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Inside Politics

Clinton: Kerry gives voters a choice

Former president says he'll give speech, get out of town


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Former President Bill Clinton: Signing books and talking up Kerry's chances.
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BOSTON, Massachusetts (CNN) -- Former President Bill Clinton, who is scheduled to address the Democratic National Convention on Monday night, spent part of Sunday afternoon autographing his book, "My Life," as more than 1,000 people waited in line at a Barnes & Noble bookstore in downtown Boston.

According to publisher Alfred A. Knopf, the 957-page tome has sold more than 1.5 million copies since it went on sale a month ago. In that time, Clinton has matched the domestic hardcover book sales achieved in one year by his wife, Sen. Hillary Rodham Clinton of New York, with her memoir, "Living History."

Later, the Clintons attended a party in their honor by longtime supporters.

The former president talked to reporters about the convention as he signed books and about what he thinks of Sen. John Kerry's chances against President Bush this fall.

Q: Do you expect the Kerry campaign to embrace your presidency in a way [former Vice President] Al Gore did not when he ran [in 2000]?

A: Senator Kerry supported our economic, educational, welfare reform policies and foreign policies...

I think that you're going to see here a big difference between the president and Senator Kerry on what they think should be done for the future. And you know, obviously, I agree with Senator Kerry.

I like what he said about the economy, about energy policy, which I think is very, very important for economic and political reasons, about health care, about education, about homeland security, about national security. I think this is what this is going to be about.

The American people now have a choice. We tried their way for 12 years, our way for eight years, and they had four more years. Our way works better. And I think that's all we have to do.

Senator Kerry just needs to go out there and say, "Look, here are my ideas, we now have a lot of evidence that their way does not work as well as our way does." If that's an embrace, he's been doing that.

Q: Do you think Kerry should ask you to campaign side by side with him?

A: I don't know. I don't think it matters much. I've been to -- all that matters to me is whether he wins or not. ... I'll do whatever he wants to do. But I think he should do whatever makes the most votes. This is about addition, not subtraction.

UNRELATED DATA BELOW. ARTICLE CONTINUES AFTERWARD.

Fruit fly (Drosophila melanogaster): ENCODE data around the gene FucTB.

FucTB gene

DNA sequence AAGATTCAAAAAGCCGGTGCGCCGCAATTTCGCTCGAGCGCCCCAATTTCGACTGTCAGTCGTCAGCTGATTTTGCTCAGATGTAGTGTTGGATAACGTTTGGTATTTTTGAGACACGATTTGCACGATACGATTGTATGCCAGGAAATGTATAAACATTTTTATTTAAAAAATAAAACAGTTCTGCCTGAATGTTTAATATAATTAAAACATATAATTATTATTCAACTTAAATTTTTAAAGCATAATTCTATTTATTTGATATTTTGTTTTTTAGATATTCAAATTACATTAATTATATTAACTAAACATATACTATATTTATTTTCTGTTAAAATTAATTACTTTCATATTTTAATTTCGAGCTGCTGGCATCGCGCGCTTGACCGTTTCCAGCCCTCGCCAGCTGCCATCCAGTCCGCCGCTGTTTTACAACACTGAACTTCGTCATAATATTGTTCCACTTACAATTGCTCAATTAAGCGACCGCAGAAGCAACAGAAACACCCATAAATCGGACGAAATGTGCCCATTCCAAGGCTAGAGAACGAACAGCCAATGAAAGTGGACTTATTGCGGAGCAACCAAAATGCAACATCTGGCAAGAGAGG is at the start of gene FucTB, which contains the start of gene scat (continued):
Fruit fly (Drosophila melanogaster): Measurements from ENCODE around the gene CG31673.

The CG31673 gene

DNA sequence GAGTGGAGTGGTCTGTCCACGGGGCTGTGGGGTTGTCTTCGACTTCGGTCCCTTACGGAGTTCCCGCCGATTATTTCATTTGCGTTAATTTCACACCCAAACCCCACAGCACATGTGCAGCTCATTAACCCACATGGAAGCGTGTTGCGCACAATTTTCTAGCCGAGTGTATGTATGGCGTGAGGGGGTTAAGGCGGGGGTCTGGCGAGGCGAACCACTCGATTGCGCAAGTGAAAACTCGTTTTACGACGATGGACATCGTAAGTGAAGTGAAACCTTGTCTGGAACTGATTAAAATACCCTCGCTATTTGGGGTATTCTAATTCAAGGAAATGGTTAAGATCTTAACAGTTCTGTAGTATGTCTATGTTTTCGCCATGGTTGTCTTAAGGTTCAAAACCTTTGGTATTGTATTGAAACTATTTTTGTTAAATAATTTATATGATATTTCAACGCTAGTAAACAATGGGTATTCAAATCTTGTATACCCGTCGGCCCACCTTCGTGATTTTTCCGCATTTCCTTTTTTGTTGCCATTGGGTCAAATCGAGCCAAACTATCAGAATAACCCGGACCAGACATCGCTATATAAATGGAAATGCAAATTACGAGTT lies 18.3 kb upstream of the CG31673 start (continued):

Q: Some say Kerry has a charisma deficit. Are you going to overshadow him this week?

A: No. I am going to give a talk and get out of town.

Q: Kerry charisma gap?

A: First of all, I disagree with that. If you look at it, he won this year against a very strong field more quickly than I won in '92. So I simply disagree with that. I think it's factually inaccurate.

Secondly, in this year, after all we've been through since 9/11, I think his sort of strong, solid demeanor is something the country might be looking for. I feel good about the way he relates to the voters, and I think we'll see that in November.

Q: What do you think about the 9/11 commission recommendations and the report's criticism of you, including the release of the 1998 presidential daily briefing alerting you to al Qaeda plans to hijack airplanes?

A: The 9/11 commission staff said when we got the PDB in '98 that bin Laden was thinking about hijacking a plane and holding hostages to force us to release [Omar Abdel-Rahman], who was responsible for the World Trade Center bombing [in 1993] and had been apprehended and jailed, that we went into high gear and either stopped it or forced him to call it off.

The commission made a decision to focus on specific recommendations for the future. And I actually got the whole report and am in the process of reading it. I think a lot of the things they recommended are quite good. I need time, you know, to absorb it all before I say I absolutely support everything they recommended.

But the most important thing I'd like to say is: Even though it's an election season, they tried to put their report beyond politics by not looking backward and giving relative grades and that sort of stuff. They tried to say, "Here's what we need to do for the future." So I'd' like to see Congress take these things up and begin seriously considering them as quickly as possible and before the election.

CNN's Phil Hirschkorn contributed to this report.


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